Persistent climate-change concerns, volatile energy prices and a growing awareness of technological advancement in energy are leading consumers across the globe to reconsider their roles in the electric-power value chain. Influenced by their experiences in other industries, they are willing to assume new roles and become more involved with providers and technology. At the same time, substantial increases in investments in utility infrastructure are likely being driven by global demands for climate-change mitigation, the need to support aging networks and the use of government stimulus plans for strengthening weakened economies. For energy and utility companies, this presents a historic opportunity to encourage new, mutually beneficial behaviors and create business models to meet new consumer demands.
IBM’s 2007 report, Plugging in the consumer: Utility business models for the future, explored the radically changing relationship between consumers and energy providers. Even during the global economic downturn, progress has continued along the two dimensions shaping these changes: technology advancement and consumers’ desires for more control.
To continue research about consumer expectations of energy providers, a second survey was launched in the fall of 2008. The 2008 Global Utility Consumer Survey found that the major influences on consumers’ decisions about taking control of their energy experience haven’t changed much: Respondents still believe energy prices are more likely to rise than fall, and a strong majority value environmental considerations in their choices of products and services—although economic pressures have made them less likely to pay premium prices to meet their goals.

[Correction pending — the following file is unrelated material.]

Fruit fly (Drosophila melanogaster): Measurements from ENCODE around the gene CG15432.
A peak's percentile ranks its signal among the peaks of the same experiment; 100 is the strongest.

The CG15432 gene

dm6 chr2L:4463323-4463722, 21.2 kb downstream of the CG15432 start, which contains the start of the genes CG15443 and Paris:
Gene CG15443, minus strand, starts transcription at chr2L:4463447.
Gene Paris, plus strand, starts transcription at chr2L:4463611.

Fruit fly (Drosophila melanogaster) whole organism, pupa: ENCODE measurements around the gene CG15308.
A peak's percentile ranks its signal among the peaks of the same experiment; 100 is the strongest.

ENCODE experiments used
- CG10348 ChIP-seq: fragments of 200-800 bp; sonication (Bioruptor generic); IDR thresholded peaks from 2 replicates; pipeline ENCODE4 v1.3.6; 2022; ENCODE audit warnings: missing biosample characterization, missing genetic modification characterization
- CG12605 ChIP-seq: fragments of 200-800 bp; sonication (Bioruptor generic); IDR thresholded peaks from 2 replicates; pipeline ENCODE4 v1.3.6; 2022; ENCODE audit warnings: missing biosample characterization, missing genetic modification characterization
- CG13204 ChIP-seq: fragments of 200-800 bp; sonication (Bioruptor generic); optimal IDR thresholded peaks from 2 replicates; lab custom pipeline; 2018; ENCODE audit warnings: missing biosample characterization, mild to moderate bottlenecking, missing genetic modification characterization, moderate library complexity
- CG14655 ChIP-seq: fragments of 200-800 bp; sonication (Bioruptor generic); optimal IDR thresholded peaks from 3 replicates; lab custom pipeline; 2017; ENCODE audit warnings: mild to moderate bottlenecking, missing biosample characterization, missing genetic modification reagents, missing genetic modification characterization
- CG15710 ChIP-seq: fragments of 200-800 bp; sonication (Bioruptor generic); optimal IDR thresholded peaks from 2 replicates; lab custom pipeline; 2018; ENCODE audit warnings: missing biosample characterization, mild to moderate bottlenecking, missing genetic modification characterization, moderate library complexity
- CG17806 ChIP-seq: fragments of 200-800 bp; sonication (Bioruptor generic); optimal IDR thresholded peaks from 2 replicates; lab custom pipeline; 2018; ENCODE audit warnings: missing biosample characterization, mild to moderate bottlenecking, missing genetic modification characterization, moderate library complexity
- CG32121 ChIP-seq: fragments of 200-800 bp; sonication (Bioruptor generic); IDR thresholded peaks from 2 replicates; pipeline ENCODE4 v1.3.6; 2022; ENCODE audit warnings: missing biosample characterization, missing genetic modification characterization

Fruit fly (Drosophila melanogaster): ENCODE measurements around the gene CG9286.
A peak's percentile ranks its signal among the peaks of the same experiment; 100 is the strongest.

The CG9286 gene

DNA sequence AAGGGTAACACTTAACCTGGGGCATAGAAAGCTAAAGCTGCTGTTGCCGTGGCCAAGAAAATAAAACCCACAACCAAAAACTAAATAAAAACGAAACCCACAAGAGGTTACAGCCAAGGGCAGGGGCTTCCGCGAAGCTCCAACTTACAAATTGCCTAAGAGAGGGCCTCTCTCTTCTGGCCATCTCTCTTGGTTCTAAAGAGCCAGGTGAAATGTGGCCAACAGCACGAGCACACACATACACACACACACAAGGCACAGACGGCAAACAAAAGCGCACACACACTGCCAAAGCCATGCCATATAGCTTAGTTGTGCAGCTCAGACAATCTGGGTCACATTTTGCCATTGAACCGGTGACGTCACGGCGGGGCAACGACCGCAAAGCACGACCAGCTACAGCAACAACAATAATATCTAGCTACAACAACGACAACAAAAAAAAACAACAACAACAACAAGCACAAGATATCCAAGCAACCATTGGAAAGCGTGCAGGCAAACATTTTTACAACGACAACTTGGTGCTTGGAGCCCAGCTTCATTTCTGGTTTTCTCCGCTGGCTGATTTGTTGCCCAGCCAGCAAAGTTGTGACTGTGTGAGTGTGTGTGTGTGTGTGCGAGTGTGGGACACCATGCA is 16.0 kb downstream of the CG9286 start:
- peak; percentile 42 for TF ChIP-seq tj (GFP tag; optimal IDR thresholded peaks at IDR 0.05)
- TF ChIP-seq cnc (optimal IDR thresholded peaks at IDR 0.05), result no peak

These combined survey findings strongly suggest the historical view of customers as like-minded isn’t sustainable, and it’s already outdated in most places. As a result, successful utilities will plan now to understand and encourage new consumer behaviors that will be important in the future industry environment; invest in customer analytics and segmentation to assess the current consumer base and lay the foundation for continual reevaluation; and initiate a program to analyze enhanced and new customer interactions that will take place over a more dynamic and data-rich network.
Generation, network and metering technologies available today provide tremendous opportunities to improve capabilities and convenience for residential and small business customers. Realizing this potential, however, requires shifting emphasis from utility-controlled decision factors to consumer-driven ones.
To understand and encourage beneficial new consumer behaviors, energy providers increasingly recognize that technology evolution and increasing consumer control are pointing to the emergence of four industry models (see Figure 1). As described in the 2007 report, those models are:
• Passive Persistence: Traditional utility market structures still dominate and consumers either accept or prefer the historical supplier-user relationship;
• Operations Transformation: Some combination of grid and network technology evolves to enable shared responsibility, but consumers cannot (or elect not to) exert much control;
•Constrained choice: Consumers take decisive steps toward more control, but are limited to certain “levers” (technologies, usage decisions or choices in providers) by regulatory and technological constraints; and
• Participatory Network: An interconnected environment characterized by a wide variety of grid and network technologies enables shared responsibility and benefits.
Though each is described distinctly, for at least the near term the industry will be represented by various combinations of the four models in different parts of the world. Ultimately, increasing demand for control by consumers and continual improvement in technologies will result in movement of the basis of the industry to the upper right quadrant (see Figure 1)—driving the creation of entirely new markets (virtual and physical) and products.